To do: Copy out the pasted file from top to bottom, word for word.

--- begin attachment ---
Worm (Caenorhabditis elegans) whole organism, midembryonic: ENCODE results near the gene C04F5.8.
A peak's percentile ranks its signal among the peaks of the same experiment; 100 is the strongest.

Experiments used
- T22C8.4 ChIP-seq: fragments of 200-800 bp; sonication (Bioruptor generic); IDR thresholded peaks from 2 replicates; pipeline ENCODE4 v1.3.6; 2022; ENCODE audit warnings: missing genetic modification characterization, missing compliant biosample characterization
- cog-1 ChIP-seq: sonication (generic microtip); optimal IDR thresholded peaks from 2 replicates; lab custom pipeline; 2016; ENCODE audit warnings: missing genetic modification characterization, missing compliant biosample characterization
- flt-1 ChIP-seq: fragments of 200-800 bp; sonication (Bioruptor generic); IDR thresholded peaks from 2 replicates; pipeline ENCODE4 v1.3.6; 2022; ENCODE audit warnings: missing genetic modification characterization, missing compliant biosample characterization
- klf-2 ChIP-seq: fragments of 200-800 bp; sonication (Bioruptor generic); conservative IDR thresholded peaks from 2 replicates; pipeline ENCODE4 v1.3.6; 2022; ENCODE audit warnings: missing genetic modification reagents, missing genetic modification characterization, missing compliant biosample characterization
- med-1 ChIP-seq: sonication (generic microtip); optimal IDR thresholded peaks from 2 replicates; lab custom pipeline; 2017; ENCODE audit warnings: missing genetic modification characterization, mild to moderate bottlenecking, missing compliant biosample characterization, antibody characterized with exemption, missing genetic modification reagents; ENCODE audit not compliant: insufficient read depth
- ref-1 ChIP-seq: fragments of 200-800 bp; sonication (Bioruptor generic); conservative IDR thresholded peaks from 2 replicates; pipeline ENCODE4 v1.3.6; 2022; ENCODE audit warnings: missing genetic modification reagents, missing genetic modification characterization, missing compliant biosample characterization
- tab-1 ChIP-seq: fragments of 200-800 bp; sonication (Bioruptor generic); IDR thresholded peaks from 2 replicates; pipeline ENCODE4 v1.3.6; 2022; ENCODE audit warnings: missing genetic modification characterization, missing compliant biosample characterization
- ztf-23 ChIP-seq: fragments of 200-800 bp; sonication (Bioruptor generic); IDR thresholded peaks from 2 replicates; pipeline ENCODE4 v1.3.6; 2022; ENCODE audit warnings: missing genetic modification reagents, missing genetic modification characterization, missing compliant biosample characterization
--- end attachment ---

Worm (Caenorhabditis elegans) whole organism, midembryonic: ENCODE results near the gene C04F5.8.
A peak's percentile ranks its signal among the peaks of the same experiment; 100 is the strongest.

Experiments used
- T22C8.4 ChIP-seq: fragments of 200-800 bp; sonication (Bioruptor generic); IDR thresholded peaks from 2 replicates; pipeline ENCODE4 v1.3.6; 2022; ENCODE audit warnings: missing genetic modification characterization, missing compliant biosample characterization
- cog-1 ChIP-seq: sonication (generic microtip); optimal IDR thresholded peaks from 2 replicates; lab custom pipeline; 2016; ENCODE audit warnings: missing genetic modification characterization, missing compliant biosample characterization
- flt-1 ChIP-seq: fragments of 200-800 bp; sonication (Bioruptor generic); IDR thresholded peaks from 2 replicates; pipeline ENCODE4 v1.3.6; 2022; ENCODE audit warnings: missing genetic modification characterization, missing compliant biosample characterization
- klf-2 ChIP-seq: fragments of 200-800 bp; sonication (Bioruptor generic); conservative IDR thresholded peaks from 2 replicates; pipeline ENCODE4 v1.3.6; 2022; ENCODE audit warnings: missing genetic modification reagents, missing genetic modification characterization, missing compliant biosample characterization
- med-1 ChIP-seq: sonication (generic microtip); optimal IDR thresholded peaks from 2 replicates; lab custom pipeline; 2017; ENCODE audit warnings: missing genetic modification characterization, mild to moderate bottlenecking, missing compliant biosample characterization, antibody characterized with exemption, missing genetic modification reagents; ENCODE audit not compliant: insufficient read depth
- ref-1 ChIP-seq: fragments of 200-800 bp; sonication (Bioruptor generic); conservative IDR thresholded peaks from 2 replicates; pipeline ENCODE4 v1.3.6; 2022; ENCODE audit warnings: missing genetic modification reagents, missing genetic modification characterization, missing compliant biosample characterization
- tab-1 ChIP-seq: fragments of 200-800 bp; sonication (Bioruptor generic); IDR thresholded peaks from 2 replicates; pipeline ENCODE4 v1.3.6; 2022; ENCODE audit warnings: missing genetic modification characterization, missing compliant biosample characterization
- ztf-23 ChIP-seq: fragments of 200-800 bp; sonication (Bioruptor generic); IDR thresholded peaks from 2 replicates; pipeline ENCODE4 v1.3.6; 2022; ENCODE audit warnings: missing genetic modification reagents, missing genetic modification characterization, missing compliant biosample characterization